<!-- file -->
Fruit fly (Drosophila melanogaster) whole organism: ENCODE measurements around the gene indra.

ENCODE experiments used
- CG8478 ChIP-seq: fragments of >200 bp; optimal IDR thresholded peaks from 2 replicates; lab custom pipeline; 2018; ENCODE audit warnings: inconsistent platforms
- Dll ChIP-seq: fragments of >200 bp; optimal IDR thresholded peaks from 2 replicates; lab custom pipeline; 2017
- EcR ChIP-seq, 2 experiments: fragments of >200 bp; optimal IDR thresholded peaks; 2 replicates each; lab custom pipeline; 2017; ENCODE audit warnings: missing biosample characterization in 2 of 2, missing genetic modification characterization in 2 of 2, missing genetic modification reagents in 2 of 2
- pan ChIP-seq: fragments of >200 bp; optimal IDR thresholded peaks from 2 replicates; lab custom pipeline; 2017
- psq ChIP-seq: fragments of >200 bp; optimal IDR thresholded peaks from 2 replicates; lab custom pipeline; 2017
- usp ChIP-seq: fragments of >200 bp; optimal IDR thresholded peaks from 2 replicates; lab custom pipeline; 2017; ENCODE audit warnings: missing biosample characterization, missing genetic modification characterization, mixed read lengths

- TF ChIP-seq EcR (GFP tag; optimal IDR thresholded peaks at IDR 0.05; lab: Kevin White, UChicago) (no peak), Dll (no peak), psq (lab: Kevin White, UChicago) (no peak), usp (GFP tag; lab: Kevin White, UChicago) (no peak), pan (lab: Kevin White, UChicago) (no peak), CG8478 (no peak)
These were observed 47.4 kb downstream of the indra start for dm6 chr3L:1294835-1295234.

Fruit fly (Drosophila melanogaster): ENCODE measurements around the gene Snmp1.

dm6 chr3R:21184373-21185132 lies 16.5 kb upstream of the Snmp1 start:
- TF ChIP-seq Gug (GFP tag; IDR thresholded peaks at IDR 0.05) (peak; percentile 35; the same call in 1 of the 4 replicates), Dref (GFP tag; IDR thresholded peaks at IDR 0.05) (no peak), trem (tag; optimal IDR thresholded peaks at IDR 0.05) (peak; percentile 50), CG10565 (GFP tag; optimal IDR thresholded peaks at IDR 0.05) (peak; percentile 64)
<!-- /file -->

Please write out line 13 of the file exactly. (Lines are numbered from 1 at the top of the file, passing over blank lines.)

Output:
- TF ChIP-seq Gug (GFP tag; IDR thresholded peaks at IDR 0.05) (peak; percentile 35; the same call in 1 of the 4 replicates), Dref (GFP tag; IDR thresholded peaks at IDR 0.05) (no peak), trem (tag; optimal IDR thresholded peaks at IDR 0.05) (peak; percentile 50), CG10565 (GFP tag; optimal IDR thresholded peaks at IDR 0.05) (peak; percentile 64)